I often receive apologies from clients or hospital patients who feel uneasy for feeling their emotional pain, for feeling dejected or depressed. They tend to compare their personal situation with the patient in the next room or with a friend in crisis, or someone who they have seen on television or learned of while viewing social media. When set side by side and the comparison is made, they are somehow convinced their situation doesn’t merit the same level of compassion or complaint. While post-traumatic stress (PTSD) has become common parlance many people equate it with serious exposure to traumatic events like war, genocide, plane crashes, or large natural disasters. Individuals for many reasons have been made to feel "less than" and therefore are reluctant to consult with a therapist or counselor thinking their pain pales when compared with that of others and are embarrassed to share their "petty" suffering. Even when they summon the will to seek counseling, they often remain reluctant to share an event that they feel they have no business complaining about. They hear the old tapes playing in their heads… “quit complaining”, “don’t be a crybaby”, "quit bellyaching", “I’ll give you something to complain about”. While this is all too common, it is undeniable, and the voices on these old tapes which have morphed into currently held beliefs then become an impediment to healing because of this cognitive shame.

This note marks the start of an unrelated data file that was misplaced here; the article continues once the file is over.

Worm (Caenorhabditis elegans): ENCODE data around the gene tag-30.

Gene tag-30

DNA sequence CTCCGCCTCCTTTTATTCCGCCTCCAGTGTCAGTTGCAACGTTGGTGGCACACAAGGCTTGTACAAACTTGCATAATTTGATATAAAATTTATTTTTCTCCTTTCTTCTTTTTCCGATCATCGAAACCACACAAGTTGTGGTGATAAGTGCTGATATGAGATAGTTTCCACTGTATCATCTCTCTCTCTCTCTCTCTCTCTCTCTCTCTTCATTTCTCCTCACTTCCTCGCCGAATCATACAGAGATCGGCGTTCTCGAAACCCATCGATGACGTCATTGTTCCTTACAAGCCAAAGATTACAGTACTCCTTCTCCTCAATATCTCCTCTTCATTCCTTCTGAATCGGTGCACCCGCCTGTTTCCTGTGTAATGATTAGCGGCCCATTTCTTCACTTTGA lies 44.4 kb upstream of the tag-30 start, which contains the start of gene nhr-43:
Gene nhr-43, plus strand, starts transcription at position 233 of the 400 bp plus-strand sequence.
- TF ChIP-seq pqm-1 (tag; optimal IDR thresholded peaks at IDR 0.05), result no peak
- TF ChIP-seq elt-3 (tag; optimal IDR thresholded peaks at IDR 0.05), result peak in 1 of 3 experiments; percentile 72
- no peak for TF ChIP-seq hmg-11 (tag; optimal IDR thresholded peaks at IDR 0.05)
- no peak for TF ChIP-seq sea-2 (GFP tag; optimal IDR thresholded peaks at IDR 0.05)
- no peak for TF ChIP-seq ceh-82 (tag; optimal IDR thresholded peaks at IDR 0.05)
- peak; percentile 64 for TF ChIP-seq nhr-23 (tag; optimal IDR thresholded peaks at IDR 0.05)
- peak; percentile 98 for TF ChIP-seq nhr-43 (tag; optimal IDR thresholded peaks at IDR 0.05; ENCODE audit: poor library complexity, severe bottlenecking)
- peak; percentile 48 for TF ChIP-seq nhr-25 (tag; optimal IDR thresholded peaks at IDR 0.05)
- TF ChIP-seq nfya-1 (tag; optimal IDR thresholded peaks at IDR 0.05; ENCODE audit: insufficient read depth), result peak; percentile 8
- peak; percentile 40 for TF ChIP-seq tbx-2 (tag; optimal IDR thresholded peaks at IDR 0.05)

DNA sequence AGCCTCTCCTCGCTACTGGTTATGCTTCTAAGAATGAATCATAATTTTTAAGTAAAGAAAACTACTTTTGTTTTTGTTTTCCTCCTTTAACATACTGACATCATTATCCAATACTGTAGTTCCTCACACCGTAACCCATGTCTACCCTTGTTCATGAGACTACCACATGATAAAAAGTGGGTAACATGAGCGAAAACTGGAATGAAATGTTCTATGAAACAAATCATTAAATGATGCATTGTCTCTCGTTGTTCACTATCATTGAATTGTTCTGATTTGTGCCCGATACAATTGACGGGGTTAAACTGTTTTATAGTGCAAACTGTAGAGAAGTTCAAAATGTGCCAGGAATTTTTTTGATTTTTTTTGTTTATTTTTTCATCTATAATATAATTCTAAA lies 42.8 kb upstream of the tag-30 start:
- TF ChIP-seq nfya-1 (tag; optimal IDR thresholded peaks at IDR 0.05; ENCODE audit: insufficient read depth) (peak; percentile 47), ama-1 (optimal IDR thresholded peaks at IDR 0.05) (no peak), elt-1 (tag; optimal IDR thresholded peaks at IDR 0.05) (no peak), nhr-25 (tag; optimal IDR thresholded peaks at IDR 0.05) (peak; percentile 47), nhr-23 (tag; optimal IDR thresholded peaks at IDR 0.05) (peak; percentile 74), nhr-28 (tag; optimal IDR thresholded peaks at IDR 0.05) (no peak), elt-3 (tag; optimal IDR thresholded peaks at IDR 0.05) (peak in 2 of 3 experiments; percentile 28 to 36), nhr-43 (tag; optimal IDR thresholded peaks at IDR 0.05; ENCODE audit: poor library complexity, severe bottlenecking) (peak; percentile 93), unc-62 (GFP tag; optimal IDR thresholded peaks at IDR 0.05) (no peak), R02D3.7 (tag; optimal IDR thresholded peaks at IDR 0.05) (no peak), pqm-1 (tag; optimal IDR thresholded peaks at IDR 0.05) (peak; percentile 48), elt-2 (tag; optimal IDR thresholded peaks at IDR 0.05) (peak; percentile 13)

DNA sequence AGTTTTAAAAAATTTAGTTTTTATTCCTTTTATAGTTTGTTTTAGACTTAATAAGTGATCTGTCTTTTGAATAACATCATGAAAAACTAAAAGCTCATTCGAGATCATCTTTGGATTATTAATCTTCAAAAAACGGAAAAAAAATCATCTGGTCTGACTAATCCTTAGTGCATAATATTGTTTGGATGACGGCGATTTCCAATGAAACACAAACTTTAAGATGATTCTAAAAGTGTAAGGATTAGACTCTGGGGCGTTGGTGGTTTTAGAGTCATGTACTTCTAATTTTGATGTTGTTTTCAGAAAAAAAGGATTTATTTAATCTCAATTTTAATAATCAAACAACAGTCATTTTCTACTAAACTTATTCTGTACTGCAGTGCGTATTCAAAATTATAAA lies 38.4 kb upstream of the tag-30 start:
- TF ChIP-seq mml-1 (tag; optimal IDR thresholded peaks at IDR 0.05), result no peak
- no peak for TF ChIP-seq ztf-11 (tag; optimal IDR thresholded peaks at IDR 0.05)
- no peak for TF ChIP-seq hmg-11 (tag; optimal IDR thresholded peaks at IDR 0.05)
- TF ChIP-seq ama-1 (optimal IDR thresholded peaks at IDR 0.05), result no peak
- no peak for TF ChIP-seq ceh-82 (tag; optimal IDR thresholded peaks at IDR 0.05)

Casey Rose a contributor to the forum Tiny Buddha writes: “Someone who drowns in 7 feet of water is just as dead as someone who drowns in 20 feet of water. Stop comparing traumas, stop belittling your or anyone else’s trauma because it wasn’t “as bad” as someone else’s. This isn’t a competition, we all deserve support and recovery.”
Therapists have unintentionally contributed to this thinking by speaking of big "T" and little "t" trauma, this terminology implies that certain traumas are more or less damaging. For some people, this can reinforce the idea that they "shouldn't" be upset by their "little issues." Physician and trauma expert Gabor Mate, also reminds us that trauma is not just what happens to us but how we interpret the event. He also points out that sometimes trauma isn't simply the bad things that happen to us, but the good things that did not. Shame in one form or another is often an unfortunate result of a traumatic experience, so minimizing the pain of that experience by labeling it with a small "t" may just make the experience more shameful. Thereby making it all the more difficult to speak about it.
Professional help and counseling can help tease through these resistances and the false beliefs about the merit of one’s feelings as well as identify the origins of the message “Don’t be a cry baby.” Therapy can offer techniques to strengthen resilience and further develop coping skills that aid in becoming unstuck. Clinical EFT or “tapping” is one modality that is very effective in reducing the intensity of traumatic events and has been used therapeutically in a variety of applications with children, teens, and even veterans with PTSD. It is a form of “exposure therapy,” which can restore balance to a dysregulated system. It is gentle, effective, and easily applied and practiced outside a therapy session.